Recent DNA studies have shown a close genetic link between Corsica’s Niellucciu grape and Tuscany’s Sangiovese. The variety was likely brought to the island during the Genovese rule between the thirteenth and eighteenth centuries, and after hundreds of years of mutation and adaptation to its Corsican terroir, it now produces wines with a unique character quite distinct from any Tuscan Sangiovese. Cultivated all over Corsica, Niellucciu reaches its greatest expression in the Patrimonio appellation, where slopes of limestone and schist just a stone’s throw from Mediterranean waters give rise to the island’s most complex, structured reds. Yves Leccia is one of Patrimonio’s leading producers, with vineyards in the celebrated lieu-dit of E Croce. This full-blooded red has all the savory, earthy nuances bestowed by its noble terroir, and the long herb-infused finish will certainly leave something to think about—and something to chew on.
Raised in a small village in the heart of Patrimonio, Yves worked alongside his father in the vines and cellar at the earliest age he could. The Leccias have been making wine from the finest terroirs of Patrimonio for countless generations. Originally working alongside his sister, he decided to branch off on his own in 2004 and focus on the terroir he felt was best. “E Croce” sits on a thin chalk soil above a bedrock of pure schist, facing the gulf of St. Florent. Yves is a firm believer in the idea that if you want something done right you need to do it yourself, tending his vines alone and working the cellar by himself. He keeps his yields low, knows when to harvest , and knows how to let E Croce express itself in the wines.
I first set foot on the island in 1980. I remember looking down from the airplane window seeing alpine forest and lakes and thinking, uh oh, I got on the wrong plane. Then suddenly I was looking down into the beautiful waters of the Mediterranean. Corsica is a small, impossibly tall island, the tail of the Alp chain rising out of the blue sea.—Kermit Lynch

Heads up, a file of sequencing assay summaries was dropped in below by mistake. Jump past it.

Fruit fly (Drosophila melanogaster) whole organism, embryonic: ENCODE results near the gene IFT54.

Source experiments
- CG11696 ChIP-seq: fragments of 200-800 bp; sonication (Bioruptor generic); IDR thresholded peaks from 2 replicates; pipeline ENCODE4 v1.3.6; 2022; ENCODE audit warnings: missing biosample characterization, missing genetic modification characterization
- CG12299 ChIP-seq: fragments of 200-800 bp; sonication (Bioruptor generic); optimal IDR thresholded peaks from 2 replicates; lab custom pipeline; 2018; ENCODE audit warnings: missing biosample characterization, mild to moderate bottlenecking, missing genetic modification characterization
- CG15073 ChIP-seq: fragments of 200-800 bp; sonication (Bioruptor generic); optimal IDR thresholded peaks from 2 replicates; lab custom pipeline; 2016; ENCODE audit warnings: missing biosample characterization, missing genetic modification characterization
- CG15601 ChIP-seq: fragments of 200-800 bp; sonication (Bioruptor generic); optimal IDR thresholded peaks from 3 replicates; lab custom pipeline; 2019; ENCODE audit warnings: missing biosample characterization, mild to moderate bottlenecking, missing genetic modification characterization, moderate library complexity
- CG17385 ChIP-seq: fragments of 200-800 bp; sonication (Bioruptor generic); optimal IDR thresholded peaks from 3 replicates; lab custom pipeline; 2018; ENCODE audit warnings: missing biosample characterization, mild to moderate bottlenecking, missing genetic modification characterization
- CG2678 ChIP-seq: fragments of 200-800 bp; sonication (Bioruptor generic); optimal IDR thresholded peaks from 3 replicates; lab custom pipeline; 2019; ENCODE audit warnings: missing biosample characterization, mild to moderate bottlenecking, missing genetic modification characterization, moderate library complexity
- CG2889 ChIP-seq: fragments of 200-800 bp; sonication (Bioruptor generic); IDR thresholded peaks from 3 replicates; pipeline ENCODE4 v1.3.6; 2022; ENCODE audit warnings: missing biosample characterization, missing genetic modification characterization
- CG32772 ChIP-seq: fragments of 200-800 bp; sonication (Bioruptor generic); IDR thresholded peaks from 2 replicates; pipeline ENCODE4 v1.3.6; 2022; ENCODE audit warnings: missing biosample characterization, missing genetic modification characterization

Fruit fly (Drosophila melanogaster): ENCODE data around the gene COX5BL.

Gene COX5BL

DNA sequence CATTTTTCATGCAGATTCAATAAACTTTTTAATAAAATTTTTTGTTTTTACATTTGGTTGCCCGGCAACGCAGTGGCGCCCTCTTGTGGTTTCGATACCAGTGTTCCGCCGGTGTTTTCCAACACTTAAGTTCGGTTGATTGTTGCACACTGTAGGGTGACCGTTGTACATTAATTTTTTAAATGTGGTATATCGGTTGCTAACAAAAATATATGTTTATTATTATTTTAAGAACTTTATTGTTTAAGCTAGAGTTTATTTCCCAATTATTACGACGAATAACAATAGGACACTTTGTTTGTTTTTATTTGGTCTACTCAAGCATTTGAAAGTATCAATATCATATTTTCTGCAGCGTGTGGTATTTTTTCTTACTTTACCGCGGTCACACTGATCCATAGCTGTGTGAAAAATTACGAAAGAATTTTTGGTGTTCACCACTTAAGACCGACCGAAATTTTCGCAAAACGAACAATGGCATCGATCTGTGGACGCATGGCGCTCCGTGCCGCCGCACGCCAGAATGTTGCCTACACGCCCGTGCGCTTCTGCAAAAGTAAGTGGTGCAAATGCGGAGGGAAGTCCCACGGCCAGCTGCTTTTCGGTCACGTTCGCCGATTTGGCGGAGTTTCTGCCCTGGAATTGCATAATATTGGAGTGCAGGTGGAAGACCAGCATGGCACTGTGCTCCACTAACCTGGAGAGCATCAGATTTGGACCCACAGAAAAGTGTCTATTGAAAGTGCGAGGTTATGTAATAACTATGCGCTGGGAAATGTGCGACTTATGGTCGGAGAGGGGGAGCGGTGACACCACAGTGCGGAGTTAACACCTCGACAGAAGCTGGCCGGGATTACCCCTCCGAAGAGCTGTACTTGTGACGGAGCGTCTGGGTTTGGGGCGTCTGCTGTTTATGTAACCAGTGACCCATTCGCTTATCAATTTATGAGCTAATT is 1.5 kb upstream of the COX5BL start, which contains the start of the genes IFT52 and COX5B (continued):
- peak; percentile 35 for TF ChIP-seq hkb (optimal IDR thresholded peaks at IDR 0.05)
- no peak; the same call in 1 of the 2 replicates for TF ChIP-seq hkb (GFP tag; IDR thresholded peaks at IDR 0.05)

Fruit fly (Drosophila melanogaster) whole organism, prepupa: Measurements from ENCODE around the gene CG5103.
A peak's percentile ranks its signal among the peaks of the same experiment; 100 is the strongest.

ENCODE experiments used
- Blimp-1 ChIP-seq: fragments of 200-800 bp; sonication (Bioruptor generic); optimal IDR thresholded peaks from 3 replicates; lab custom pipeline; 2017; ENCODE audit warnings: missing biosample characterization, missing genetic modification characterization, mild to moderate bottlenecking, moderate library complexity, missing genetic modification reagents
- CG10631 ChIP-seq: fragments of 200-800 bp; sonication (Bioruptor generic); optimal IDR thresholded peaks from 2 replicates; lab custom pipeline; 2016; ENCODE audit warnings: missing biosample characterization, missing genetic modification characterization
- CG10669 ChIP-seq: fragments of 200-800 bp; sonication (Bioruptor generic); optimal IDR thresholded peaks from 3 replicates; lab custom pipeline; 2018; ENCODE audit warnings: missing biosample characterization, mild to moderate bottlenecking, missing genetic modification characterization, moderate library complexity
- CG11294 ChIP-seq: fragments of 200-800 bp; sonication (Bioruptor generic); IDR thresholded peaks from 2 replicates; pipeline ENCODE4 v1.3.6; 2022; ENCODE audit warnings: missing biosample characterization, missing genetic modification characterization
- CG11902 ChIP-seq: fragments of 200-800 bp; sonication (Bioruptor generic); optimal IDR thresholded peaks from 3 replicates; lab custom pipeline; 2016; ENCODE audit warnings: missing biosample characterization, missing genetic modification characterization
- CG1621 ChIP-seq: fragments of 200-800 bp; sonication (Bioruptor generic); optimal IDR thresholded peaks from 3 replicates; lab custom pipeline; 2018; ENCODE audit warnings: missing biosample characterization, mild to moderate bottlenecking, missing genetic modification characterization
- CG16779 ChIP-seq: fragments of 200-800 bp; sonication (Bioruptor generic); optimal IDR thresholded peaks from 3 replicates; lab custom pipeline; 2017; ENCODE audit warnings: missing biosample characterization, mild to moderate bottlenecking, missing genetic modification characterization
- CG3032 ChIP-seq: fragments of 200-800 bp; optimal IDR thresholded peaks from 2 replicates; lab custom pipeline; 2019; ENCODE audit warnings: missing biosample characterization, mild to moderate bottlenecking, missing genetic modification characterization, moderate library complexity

Kermit’s first trip to the island proved fruitful, with his discovery of Clos Nicrosi’s Vermentino. More than thirty years later, the love affair with Corsica has only grown as we now import wines from ten domaines that cover the north, south, east, and west of what the French affectionately refer to as l’Île de Beauté.
Corsica is currently experiencing somewhat of a renaissance—interest has never been higher in the wines and much of this is due to growers focusing on indigenous and historical grapes found on the island. Niellucciu, Sciarcarellu, and Vermentinu are widely planted but it is now common to find bottlings of Biancu Gentile and Carcaghjolu Neru as well as blends with native varieties like Rossola Bianca, Minustellu, or Montaneccia.
As Kermit described above, Corsica has a strikingly mountainous landscape. The granite peaks top out above 9,000 feet. The terroir is predominantly granite with the exception of the Patrimonio appellation in the north, which has limestone, clay, and schist soils.The wines, much like their southern French counterparts make for great pairings with the local charcuterie, often made from Nustrale, the native wild boar, as well as Brocciu, the Corsican goats milk cheese that is best served within 48 hours of it being made.
I want you to realize once and for all: Even the winemaker does not know what aging is going to do to a new vintage; Robert Parker does not know; I do not know. We all make educated (hopefully) guesses about what the future will bring, but guesses they are. And one of the pleasures of a wine cellar is the opportunity it provides for you to witness the evolution of your various selections. Living wines have ups and downs just as people do, periods of glory and dog days, too. If wine did not remind me of real life, I would not care about it so much.
Inspiring Thirst, page 171
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